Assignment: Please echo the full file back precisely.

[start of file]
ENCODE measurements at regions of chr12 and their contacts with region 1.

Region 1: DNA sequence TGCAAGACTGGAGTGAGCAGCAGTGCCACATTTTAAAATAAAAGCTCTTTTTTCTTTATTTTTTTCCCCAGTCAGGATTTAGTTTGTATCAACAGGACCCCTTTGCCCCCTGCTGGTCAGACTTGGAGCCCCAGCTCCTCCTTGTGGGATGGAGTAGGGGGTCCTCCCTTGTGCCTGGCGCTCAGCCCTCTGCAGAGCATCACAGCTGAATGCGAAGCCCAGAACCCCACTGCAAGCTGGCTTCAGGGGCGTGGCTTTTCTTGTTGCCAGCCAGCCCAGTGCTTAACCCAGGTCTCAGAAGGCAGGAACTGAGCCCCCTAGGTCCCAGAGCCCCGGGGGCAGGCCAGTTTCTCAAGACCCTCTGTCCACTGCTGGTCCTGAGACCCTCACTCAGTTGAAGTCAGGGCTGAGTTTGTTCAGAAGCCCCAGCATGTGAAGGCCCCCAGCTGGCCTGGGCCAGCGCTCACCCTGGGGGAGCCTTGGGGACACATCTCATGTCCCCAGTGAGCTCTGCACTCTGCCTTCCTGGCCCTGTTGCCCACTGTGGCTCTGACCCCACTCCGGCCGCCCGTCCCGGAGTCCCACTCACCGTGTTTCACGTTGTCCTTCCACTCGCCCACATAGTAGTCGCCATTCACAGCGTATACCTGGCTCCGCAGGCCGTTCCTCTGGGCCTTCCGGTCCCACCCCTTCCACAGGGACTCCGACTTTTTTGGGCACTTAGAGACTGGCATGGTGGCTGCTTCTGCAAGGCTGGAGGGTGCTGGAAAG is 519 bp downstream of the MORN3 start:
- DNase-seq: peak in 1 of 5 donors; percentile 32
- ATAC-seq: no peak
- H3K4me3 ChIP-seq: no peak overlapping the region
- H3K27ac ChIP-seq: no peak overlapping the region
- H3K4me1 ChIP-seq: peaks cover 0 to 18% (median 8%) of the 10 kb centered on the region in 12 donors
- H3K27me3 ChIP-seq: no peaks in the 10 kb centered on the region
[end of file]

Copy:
ENCODE measurements at regions of chr12 and their contacts with region 1.

Region 1: DNA sequence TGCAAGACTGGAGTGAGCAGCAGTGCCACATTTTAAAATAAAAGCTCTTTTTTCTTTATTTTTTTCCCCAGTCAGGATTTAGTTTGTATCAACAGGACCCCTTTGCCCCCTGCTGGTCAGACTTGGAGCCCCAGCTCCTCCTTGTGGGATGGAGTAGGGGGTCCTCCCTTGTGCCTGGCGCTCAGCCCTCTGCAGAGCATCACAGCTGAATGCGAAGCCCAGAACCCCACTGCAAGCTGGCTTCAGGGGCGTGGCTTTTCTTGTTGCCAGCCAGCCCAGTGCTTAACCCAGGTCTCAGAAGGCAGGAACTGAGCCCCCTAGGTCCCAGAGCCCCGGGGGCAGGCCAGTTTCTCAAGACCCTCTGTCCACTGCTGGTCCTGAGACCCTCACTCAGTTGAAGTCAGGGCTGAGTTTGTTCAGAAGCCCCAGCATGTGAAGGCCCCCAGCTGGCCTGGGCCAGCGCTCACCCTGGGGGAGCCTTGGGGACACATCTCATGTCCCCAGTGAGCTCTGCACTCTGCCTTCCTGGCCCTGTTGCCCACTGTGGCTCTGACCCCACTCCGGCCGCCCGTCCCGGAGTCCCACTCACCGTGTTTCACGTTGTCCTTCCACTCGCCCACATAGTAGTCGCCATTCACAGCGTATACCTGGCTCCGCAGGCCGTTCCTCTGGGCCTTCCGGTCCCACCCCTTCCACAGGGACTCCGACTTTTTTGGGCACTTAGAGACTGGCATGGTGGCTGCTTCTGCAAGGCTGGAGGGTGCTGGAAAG is 519 bp downstream of the MORN3 start:
- DNase-seq: peak in 1 of 5 donors; percentile 32
- ATAC-seq: no peak
- H3K4me3 ChIP-seq: no peak overlapping the region
- H3K27ac ChIP-seq: no peak overlapping the region
- H3K4me1 ChIP-seq: peaks cover 0 to 18% (median 8%) of the 10 kb centered on the region in 12 donors
- H3K27me3 ChIP-seq: no peaks in the 10 kb centered on the region